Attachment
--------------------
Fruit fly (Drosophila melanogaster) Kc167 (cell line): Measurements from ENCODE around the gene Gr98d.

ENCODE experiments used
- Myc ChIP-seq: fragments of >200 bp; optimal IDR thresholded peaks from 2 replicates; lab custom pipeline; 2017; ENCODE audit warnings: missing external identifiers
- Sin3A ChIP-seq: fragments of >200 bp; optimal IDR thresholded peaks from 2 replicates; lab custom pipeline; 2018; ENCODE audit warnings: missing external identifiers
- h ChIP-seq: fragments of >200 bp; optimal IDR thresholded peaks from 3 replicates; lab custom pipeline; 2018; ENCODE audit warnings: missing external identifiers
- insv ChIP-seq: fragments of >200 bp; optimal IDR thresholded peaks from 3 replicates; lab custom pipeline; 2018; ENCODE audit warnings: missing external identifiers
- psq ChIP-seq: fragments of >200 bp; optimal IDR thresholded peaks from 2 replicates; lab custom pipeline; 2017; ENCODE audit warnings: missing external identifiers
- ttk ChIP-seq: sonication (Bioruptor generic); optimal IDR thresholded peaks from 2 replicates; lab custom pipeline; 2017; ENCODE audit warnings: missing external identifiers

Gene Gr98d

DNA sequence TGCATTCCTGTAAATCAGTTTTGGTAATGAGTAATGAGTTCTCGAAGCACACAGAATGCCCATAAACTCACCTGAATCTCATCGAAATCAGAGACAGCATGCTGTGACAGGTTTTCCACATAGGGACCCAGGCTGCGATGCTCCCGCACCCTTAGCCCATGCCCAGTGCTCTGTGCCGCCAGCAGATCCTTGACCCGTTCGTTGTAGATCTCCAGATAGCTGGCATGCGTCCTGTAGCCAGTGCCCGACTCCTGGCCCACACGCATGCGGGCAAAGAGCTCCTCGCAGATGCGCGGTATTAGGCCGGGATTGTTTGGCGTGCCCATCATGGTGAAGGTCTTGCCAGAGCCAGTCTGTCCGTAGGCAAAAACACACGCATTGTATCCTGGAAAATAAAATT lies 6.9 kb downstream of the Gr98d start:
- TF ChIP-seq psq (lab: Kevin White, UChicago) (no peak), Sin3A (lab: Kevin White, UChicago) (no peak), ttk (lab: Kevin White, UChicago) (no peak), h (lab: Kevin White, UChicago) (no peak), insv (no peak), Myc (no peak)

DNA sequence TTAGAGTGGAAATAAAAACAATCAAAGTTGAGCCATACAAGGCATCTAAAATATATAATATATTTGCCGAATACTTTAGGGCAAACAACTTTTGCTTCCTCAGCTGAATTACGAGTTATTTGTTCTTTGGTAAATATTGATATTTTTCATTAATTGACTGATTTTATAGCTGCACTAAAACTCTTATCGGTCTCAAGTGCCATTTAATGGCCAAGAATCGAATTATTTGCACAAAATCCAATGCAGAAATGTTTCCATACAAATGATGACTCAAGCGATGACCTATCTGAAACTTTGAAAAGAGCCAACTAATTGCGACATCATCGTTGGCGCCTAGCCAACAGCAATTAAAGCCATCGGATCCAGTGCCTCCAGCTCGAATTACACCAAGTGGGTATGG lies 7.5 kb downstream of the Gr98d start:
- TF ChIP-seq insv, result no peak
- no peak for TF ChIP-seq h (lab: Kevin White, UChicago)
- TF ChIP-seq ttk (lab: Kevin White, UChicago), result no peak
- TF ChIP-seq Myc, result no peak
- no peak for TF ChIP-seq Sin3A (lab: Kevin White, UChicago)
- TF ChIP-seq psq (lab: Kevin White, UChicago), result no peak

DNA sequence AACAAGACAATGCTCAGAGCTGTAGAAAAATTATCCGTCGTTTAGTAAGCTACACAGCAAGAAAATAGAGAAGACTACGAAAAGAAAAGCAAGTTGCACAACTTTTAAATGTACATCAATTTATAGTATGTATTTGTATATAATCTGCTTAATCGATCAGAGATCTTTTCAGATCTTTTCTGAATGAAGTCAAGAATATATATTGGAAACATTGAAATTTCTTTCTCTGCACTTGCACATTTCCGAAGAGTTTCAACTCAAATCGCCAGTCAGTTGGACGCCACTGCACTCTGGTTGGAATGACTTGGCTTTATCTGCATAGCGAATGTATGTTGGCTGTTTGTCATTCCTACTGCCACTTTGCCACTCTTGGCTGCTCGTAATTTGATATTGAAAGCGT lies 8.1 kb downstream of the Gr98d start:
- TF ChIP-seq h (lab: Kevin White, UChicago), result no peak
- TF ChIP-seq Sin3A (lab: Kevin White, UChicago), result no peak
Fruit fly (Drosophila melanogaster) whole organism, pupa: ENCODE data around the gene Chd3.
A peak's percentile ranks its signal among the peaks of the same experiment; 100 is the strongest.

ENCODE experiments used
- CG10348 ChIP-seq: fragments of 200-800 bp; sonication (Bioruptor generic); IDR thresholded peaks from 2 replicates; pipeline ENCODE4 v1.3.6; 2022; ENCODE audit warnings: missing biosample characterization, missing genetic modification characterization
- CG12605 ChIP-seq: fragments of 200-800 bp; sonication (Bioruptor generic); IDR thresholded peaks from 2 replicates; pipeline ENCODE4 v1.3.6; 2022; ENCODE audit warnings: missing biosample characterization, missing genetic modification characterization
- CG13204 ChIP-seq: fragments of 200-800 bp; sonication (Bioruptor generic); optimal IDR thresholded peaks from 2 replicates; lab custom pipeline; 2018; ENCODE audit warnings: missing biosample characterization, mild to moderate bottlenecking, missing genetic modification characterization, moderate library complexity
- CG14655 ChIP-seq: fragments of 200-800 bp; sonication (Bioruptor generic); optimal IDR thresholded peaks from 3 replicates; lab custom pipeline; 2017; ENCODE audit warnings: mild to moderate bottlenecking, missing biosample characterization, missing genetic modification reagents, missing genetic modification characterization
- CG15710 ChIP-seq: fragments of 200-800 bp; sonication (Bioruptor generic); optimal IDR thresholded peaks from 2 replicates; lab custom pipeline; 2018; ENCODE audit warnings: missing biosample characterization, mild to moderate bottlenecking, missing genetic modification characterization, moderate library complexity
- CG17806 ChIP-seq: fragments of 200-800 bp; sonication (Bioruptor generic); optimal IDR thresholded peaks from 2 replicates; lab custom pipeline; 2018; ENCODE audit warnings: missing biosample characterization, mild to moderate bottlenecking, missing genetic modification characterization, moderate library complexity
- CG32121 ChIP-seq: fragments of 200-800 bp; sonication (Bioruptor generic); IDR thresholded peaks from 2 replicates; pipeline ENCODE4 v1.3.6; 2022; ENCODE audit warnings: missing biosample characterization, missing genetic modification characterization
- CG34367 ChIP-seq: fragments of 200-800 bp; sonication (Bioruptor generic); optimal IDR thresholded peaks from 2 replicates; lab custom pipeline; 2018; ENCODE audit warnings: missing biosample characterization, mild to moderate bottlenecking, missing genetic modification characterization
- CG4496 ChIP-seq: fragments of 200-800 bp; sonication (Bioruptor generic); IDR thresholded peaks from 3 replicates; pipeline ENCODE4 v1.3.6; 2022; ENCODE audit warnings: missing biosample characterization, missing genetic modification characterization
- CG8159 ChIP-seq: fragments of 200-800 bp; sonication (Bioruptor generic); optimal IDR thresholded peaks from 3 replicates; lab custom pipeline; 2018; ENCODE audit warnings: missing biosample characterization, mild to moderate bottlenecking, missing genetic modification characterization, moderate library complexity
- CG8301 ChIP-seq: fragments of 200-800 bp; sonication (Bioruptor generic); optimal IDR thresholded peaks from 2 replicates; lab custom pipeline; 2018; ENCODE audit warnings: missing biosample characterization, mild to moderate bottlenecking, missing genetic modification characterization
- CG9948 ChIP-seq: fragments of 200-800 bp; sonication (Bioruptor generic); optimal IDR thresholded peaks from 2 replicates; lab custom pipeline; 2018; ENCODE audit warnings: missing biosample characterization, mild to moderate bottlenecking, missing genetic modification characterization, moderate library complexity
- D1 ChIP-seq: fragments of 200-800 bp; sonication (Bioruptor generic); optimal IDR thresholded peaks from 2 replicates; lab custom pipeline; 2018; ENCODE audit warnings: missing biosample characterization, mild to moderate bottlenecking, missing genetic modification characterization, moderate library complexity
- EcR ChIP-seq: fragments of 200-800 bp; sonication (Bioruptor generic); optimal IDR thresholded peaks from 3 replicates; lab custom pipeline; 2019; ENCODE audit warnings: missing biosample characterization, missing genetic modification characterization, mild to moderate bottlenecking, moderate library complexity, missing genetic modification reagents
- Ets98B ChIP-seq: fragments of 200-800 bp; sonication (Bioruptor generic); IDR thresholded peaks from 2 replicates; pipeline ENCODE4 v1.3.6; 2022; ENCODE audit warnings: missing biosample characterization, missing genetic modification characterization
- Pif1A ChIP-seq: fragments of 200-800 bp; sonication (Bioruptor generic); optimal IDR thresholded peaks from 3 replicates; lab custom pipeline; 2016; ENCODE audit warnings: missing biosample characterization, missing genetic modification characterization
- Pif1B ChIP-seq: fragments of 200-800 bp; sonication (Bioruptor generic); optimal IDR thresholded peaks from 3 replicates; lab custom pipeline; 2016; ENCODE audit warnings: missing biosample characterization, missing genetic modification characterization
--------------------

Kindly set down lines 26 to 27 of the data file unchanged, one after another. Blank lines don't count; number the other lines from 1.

- CG12605 ChIP-seq: fragments of 200-800 bp; sonication (Bioruptor generic); IDR thresholded peaks from 2 replicates; pipeline ENCODE4 v1.3.6; 2022; ENCODE audit warnings: missing biosample characterization, missing genetic modification characterization
- CG13204 ChIP-seq: fragments of 200-800 bp; sonication (Bioruptor generic); optimal IDR thresholded peaks from 2 replicates; lab custom pipeline; 2018; ENCODE audit warnings: missing biosample characterization, mild to moderate bottlenecking, missing genetic modification characterization, moderate library complexity